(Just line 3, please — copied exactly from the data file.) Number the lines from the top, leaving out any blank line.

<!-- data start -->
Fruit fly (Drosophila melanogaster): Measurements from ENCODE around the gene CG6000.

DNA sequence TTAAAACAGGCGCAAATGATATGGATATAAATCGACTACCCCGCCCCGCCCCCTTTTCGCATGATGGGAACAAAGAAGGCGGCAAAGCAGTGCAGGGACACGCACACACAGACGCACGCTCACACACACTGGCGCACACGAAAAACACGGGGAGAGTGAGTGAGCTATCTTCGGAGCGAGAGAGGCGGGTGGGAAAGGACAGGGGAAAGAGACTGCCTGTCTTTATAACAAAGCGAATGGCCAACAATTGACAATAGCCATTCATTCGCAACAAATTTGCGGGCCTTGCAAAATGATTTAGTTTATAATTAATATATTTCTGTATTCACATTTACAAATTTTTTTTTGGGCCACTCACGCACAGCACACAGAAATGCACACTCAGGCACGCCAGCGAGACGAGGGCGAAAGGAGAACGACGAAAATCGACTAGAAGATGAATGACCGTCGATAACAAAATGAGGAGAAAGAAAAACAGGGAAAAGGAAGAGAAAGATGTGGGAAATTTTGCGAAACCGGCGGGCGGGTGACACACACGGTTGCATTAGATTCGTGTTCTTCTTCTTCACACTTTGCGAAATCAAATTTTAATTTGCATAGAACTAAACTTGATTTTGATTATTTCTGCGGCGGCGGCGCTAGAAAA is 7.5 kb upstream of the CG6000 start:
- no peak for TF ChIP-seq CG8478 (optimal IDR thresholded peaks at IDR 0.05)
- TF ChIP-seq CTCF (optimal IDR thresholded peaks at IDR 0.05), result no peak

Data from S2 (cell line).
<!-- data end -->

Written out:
- no peak for TF ChIP-seq CG8478 (optimal IDR thresholded peaks at IDR 0.05)